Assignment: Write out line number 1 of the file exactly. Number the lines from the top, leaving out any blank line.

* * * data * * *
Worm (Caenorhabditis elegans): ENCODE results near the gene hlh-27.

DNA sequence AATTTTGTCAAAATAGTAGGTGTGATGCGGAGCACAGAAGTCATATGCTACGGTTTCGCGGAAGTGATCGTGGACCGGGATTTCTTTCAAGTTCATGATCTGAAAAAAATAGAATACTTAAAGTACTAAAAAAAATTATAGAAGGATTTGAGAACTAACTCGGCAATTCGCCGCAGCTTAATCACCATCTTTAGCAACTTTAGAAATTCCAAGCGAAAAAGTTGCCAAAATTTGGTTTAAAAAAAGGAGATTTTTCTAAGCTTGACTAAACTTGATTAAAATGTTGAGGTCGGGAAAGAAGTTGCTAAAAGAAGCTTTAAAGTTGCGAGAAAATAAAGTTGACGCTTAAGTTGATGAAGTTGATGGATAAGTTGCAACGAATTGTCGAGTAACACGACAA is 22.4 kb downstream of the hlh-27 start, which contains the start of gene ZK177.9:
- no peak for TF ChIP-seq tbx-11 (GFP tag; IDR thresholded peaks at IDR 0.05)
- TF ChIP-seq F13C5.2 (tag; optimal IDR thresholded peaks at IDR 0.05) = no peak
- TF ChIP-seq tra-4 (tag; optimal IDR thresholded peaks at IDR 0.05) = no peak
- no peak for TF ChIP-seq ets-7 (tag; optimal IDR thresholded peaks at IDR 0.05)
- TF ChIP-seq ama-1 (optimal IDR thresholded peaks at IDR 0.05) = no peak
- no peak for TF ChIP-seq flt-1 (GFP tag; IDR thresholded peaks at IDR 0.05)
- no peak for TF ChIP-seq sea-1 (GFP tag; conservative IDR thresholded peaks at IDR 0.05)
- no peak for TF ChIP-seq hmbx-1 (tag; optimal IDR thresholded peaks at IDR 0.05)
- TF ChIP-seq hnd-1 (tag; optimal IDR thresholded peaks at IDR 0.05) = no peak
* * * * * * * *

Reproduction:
Worm (Caenorhabditis elegans): ENCODE results near the gene hlh-27.